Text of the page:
MicroStrategy plans to buy even more bitcoins (up to $500 million)

MicroStrategy is one of the largest institutional investors in bitcoin. The company’s chairman, Michael Saylor, is a bitcoin maximalist who decided not to sell the company’s assets despite a notable drop in the price of bitcoin. Bitcoin has lost about two-thirds of its value since reaching an all-time high in November last year.

MicroStrategy files for up to $500M in stock offering

On Friday, September 9, 2022, MicroStrategy filed a request with the US Securities and Exchange Commission (SEC). In it, MicroStrategy announced its intention to sell up to $500 million worth of shares in order to complete the cryptocurrency purchase.

In the filing, MicroStrategy says the share offering will be used for “general corporate purposes, including the acquisition of bitcoin.” This filing is a positive sign for the bitcoin community that shows MicroStrategy is not abandoning its BTC acquisition strategy.

Mr. Saylor stepped down as CEO a few months ago and is now the executive chairman of MicroStrategy. Since his departure, the software publisher has made no new purchases of bitcoin.

Since 2020, the company has used funds raised from its stock and bond offerings to buy around 130,000 bitcoins worth more than $2 billion.

Due to the size of bitcoin holdings, the stock of the company changes in line with changes in the price of bitcoin. BTC hasn’t performed well this year and MicroStrategy has suffered a $1.2 billion loss on its holdings. The decline in the price of bitcoin affected MSTR shares.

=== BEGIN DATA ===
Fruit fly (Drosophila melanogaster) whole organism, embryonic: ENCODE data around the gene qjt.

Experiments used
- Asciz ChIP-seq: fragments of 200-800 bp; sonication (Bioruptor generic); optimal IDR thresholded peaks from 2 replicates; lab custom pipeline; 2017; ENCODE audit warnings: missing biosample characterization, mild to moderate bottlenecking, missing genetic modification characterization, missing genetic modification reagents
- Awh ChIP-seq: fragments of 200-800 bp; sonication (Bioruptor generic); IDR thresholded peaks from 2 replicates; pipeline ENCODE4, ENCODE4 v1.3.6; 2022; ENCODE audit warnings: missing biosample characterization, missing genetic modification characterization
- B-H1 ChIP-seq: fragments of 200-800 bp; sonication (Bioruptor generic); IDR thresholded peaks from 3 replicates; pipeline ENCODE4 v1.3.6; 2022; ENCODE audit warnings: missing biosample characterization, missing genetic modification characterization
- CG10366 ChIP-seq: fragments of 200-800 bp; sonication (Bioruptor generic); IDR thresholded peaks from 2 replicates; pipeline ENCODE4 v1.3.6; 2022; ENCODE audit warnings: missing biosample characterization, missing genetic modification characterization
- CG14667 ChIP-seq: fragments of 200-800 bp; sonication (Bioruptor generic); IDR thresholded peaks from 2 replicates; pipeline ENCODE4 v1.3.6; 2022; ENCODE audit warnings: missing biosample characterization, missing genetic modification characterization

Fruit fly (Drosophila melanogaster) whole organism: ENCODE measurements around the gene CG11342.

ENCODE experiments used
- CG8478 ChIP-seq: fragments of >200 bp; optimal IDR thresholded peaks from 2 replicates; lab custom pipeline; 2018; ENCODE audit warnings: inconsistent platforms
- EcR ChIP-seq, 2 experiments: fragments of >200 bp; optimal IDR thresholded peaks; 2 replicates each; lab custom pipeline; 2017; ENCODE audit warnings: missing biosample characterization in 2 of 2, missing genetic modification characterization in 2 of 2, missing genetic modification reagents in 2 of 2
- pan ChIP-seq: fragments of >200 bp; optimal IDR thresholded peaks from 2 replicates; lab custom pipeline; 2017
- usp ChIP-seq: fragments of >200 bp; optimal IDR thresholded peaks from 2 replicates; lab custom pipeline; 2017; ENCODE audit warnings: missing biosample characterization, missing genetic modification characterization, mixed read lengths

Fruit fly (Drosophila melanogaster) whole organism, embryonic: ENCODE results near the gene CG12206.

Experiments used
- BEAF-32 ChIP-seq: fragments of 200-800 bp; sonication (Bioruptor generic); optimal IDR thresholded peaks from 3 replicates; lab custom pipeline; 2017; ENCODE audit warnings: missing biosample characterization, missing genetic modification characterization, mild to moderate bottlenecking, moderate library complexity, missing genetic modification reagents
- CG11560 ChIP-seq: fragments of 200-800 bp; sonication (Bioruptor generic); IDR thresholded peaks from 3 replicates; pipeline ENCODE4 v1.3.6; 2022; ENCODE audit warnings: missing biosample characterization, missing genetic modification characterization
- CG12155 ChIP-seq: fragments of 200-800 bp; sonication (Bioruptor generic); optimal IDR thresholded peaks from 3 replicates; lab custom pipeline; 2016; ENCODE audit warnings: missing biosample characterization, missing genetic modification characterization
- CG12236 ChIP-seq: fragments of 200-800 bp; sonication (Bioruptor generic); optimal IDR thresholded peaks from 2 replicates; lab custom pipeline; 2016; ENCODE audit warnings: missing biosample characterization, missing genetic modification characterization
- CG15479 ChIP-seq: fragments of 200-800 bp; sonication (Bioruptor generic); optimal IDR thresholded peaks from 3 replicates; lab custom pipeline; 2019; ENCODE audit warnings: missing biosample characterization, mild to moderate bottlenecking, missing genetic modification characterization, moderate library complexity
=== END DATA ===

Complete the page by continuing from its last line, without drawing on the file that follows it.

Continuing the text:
Stocks surged into double digits on Friday as bitcoin surged about 10%. After several hours of trading, a 1.5% drop was seen after news of this share offering broke. The placement of shares is expected to result in a reduction in the value of existing shares.

MicroStrategy’s stock offering is led by two of the leading cryptocurrency stock investment banks, Cowen and BTIG.

MicroStrategy sued for tax evasion

Saylor and MicroStrategy were sued for tax evasion. Mr. Saylor was sued in the District of Columbia for non-payment of income taxes, despite having lived in the area for over a decade.

MicroStrategy was also sued for helping Mr. Saylor evade taxes, prosecutors said. Attorney General Carl A. Racine tweeted about the lawsuit, saying Saylor legally owes hundreds of millions of dollars in taxes on income he earned while living in Washington.

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